Did Anna know how much that innocent child would suffer to set his people free? You can be sure of it. She was a prophetess, which meant she not only heard from the Lord; she also knew what the ancient prophets foretold.

But he was pierced for our transgressions,
he was crushed for our iniquities;
the punishment that brought us peace was on him,
and by his wounds we are healed. Isaiah 53:5

Pierced, crushed, punished, wounded. Centuries before Christ walked the Way of Suffering, the prophet Isaiah assured God’s people, “A healer is coming.”

He has come, dear one. He is here.

Elizabeth, Mary, and Anna were prepared, and so they prepared the way. As I wrote in the final lines of The Women of Christmas, now it falls to us, two thousand years later, to follow in their footsteps.

To tell everyone we know everything we know about Jesus. To say words such as miracle and angel without apology, because they’re true. To see the light of Christ shining through the ages and lift our candles to light the way for others.

To join the heavenly host singing “Glory, glory, glory! Glory to God in the highest!”

Glory to God in the Highest!

From the Study Guide

Though Psalm 23:6 was written by David, his words could easily have been spoken by Anna: “Surely your goodness and love will follow me all the days of my life, and I will dwell in the house of the Lord forever.” Which aspect of Anna’s worship challenges you to go deeper?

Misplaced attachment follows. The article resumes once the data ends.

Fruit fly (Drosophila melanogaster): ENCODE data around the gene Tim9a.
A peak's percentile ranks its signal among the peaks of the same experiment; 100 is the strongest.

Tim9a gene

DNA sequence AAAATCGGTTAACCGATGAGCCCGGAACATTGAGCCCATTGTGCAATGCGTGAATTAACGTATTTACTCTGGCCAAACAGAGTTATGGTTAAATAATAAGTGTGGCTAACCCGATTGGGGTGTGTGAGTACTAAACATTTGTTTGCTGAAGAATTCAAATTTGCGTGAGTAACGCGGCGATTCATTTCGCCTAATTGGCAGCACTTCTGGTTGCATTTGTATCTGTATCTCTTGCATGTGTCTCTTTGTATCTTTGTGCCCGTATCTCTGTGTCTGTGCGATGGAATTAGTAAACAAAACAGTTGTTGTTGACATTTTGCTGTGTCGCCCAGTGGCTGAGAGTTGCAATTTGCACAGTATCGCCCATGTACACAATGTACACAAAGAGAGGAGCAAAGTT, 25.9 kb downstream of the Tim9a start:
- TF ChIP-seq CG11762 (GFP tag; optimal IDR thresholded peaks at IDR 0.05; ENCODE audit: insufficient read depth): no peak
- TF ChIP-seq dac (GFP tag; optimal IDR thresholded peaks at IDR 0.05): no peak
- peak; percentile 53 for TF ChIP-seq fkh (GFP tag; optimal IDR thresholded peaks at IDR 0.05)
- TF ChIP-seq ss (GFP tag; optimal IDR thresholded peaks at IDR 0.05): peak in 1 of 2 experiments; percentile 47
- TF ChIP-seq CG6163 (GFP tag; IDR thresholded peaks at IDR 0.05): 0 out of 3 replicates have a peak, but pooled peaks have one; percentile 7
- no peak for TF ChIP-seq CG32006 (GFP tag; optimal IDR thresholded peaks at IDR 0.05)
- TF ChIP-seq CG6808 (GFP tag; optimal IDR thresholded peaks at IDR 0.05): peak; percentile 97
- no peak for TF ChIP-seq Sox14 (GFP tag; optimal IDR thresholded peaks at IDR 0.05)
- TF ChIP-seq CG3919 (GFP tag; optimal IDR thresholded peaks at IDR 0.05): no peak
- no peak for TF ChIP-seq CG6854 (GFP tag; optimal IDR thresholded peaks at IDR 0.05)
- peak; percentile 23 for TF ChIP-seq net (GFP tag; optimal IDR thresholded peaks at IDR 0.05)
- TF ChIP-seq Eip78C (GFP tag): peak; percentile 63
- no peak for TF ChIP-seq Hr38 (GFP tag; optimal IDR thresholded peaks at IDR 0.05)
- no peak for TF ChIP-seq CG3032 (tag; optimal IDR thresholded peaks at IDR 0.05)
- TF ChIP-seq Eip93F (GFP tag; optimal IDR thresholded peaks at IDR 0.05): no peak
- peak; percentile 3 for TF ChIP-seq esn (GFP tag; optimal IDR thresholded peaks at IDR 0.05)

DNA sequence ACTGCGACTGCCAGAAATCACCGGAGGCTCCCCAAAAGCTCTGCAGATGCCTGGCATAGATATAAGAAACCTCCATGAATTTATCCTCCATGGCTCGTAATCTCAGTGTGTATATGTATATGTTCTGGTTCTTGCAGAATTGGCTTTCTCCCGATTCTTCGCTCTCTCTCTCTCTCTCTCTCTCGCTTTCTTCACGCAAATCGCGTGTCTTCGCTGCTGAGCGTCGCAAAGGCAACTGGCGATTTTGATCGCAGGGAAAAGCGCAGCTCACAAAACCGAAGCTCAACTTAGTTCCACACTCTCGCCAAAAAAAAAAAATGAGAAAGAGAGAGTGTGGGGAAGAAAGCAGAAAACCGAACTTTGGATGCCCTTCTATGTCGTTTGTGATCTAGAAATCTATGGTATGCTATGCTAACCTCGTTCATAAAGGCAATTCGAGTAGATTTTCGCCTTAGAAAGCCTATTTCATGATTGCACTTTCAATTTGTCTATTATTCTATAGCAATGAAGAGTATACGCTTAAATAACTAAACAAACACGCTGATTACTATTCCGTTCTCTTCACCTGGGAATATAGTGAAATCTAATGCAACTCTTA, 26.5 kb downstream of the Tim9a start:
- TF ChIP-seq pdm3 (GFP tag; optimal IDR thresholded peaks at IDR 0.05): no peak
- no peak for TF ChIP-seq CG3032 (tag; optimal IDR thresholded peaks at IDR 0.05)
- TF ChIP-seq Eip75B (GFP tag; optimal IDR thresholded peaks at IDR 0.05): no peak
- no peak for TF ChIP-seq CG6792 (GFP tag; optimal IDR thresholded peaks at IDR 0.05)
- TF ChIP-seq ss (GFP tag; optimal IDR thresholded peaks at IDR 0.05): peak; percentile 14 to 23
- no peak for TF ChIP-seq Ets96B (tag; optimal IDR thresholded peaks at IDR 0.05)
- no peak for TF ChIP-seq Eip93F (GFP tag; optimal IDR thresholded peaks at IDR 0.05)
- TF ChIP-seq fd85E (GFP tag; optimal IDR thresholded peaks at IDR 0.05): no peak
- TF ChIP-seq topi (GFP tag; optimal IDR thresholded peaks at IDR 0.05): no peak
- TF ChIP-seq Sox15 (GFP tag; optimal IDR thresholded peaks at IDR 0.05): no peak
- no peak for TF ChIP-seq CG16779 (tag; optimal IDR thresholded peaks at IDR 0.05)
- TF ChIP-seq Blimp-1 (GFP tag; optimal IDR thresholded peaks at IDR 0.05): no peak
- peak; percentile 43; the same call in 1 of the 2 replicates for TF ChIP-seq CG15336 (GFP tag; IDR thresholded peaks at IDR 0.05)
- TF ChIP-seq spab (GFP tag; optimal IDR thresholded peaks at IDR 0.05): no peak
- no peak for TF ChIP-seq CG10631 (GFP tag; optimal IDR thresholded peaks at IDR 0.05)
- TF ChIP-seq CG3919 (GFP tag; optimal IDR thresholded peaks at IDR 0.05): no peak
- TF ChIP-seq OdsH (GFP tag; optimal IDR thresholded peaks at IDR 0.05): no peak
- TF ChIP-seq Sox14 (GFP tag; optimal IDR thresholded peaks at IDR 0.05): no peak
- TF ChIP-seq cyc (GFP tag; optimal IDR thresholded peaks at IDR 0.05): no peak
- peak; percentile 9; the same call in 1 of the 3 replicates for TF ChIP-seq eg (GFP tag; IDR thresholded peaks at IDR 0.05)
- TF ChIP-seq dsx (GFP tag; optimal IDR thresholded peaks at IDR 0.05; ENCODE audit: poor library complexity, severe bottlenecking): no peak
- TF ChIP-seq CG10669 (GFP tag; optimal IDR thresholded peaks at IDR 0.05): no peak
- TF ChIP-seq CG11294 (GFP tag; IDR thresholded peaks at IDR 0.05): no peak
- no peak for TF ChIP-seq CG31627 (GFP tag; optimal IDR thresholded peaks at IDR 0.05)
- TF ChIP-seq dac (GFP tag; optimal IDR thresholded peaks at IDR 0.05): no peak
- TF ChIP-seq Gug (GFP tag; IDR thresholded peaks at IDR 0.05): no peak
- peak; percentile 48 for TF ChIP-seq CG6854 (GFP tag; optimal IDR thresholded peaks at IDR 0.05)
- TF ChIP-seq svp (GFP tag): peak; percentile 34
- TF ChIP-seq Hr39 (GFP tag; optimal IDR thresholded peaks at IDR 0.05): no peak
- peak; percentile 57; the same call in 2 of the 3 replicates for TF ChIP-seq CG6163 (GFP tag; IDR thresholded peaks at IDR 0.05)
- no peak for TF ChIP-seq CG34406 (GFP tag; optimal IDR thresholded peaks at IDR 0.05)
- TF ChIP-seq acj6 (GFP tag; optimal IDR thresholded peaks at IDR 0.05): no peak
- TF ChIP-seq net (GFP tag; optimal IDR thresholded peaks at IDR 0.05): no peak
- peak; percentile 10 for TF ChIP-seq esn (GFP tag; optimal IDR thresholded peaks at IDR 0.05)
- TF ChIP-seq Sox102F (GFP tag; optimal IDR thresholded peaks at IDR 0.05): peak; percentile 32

The truth? Every aspect of her worship convicts me. God deserves more than a few crumbs that fall from my too-full calendar. He deserves my best. He deserves a heart of worship, night and day.

In The Practice of the Presence of God, Brother Lawrence wrote, “Let us occupy ourselves entirely in knowing God.” Right. That.

Prayer is part of my ongoing conversation with the Lord, with bursts of heartfelt petitions. Knowing God listens, cares, and answers according to his will is enough to keep me talking, though I fear I’ve become too casual. A daily reading from Psalms should help realign my grasp of his majesty and holiness.

Fasting? Well. I fasted for the first time in ages today while I wrote this post. In part I wanted to honor Anna. Mostly I wanted to remind myself what it’s like to feel empty, to look at the last of the Christmas cookies and resist the urge to grab one. It was harder than I’d remembered. And it was more rewarding than I’d imagined. I think Anna was on to something.

Now it’s your turn

Two questions I hope you’ll consider:

  • Was there something in Chapter Eight that popped off the page for you?
  • In what ways might God be asking you to dwell more closely with him in the year ahead?

Please respond under Post a Comment below. It means so much to all of us when you take time to share your thoughts.

Opening God’s Word with you has truly made this season merry and bright. The Women of Christmas blog series will live on my website for many seasons to come, along with the free Leader’s Guide, How to Use The Women of Christmas as a Bible Study.

Look below to see what I have planned beginning January 8th. I think you’ll find our weekly visits a bit shorter and more manageable, plus each post will stand alone and won’t be tied to a book or to a season. You can read them anytime that suits.

Until then, may the peace of Christ be yours in the new year and always!

Your sister, Liz

P.S. All through 2014 we’ll explore the beauty of Proverbs.
Can’t wait to share this all-new study with you!

Your 50 Favorite Proverbs | 2014 | Liz Curtis Higgs

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The 12 Gifts of Christmas

by Liz Curtis Higgs The traditional season of Christmastide or Twelvetide begins on December 25, with daily festivities and gift giving, culminating in a feast on Epiphany, January 6. Rather than partridges in pear trees and endless drummers drumming, here are twelve sacred gifts, dear to the hearts of those …